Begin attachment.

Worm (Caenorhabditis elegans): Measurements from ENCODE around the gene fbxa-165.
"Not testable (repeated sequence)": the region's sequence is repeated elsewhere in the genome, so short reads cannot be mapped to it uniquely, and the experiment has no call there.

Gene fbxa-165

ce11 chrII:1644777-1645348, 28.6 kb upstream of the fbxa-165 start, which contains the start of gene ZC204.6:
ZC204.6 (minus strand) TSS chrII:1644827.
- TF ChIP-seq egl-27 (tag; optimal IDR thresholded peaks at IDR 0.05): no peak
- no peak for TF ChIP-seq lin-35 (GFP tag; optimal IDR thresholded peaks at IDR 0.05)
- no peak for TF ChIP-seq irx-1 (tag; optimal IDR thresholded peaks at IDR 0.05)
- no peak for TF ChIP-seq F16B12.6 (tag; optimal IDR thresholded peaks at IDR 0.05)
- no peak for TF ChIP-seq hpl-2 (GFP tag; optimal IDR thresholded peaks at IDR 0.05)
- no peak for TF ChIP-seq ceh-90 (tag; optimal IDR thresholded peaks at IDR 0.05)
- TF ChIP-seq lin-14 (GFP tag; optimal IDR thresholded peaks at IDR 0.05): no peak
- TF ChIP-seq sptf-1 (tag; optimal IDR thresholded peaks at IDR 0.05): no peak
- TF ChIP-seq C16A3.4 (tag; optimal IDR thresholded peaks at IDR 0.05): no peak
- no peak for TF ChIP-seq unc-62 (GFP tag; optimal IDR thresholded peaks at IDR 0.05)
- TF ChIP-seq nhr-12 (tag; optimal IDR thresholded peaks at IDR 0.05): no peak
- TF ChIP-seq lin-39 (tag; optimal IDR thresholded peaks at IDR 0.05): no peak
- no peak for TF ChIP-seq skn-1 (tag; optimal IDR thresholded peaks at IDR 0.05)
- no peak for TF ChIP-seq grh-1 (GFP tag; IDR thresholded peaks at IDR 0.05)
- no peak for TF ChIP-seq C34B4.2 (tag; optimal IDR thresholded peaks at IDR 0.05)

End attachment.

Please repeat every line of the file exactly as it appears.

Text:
Worm (Caenorhabditis elegans): Measurements from ENCODE around the gene fbxa-165.
"Not testable (repeated sequence)": the region's sequence is repeated elsewhere in the genome, so short reads cannot be mapped to it uniquely, and the experiment has no call there.

Gene fbxa-165

ce11 chrII:1644777-1645348, 28.6 kb upstream of the fbxa-165 start, which contains the start of gene ZC204.6:
ZC204.6 (minus strand) TSS chrII:1644827.
- TF ChIP-seq egl-27 (tag; optimal IDR thresholded peaks at IDR 0.05): no peak
- no peak for TF ChIP-seq lin-35 (GFP tag; optimal IDR thresholded peaks at IDR 0.05)
- no peak for TF ChIP-seq irx-1 (tag; optimal IDR thresholded peaks at IDR 0.05)
- no peak for TF ChIP-seq F16B12.6 (tag; optimal IDR thresholded peaks at IDR 0.05)
- no peak for TF ChIP-seq hpl-2 (GFP tag; optimal IDR thresholded peaks at IDR 0.05)
- no peak for TF ChIP-seq ceh-90 (tag; optimal IDR thresholded peaks at IDR 0.05)
- TF ChIP-seq lin-14 (GFP tag; optimal IDR thresholded peaks at IDR 0.05): no peak
- TF ChIP-seq sptf-1 (tag; optimal IDR thresholded peaks at IDR 0.05): no peak
- TF ChIP-seq C16A3.4 (tag; optimal IDR thresholded peaks at IDR 0.05): no peak
- no peak for TF ChIP-seq unc-62 (GFP tag; optimal IDR thresholded peaks at IDR 0.05)
- TF ChIP-seq nhr-12 (tag; optimal IDR thresholded peaks at IDR 0.05): no peak
- TF ChIP-seq lin-39 (tag; optimal IDR thresholded peaks at IDR 0.05): no peak
- no peak for TF ChIP-seq skn-1 (tag; optimal IDR thresholded peaks at IDR 0.05)
- no peak for TF ChIP-seq grh-1 (GFP tag; IDR thresholded peaks at IDR 0.05)
- no peak for TF ChIP-seq C34B4.2 (tag; optimal IDR thresholded peaks at IDR 0.05)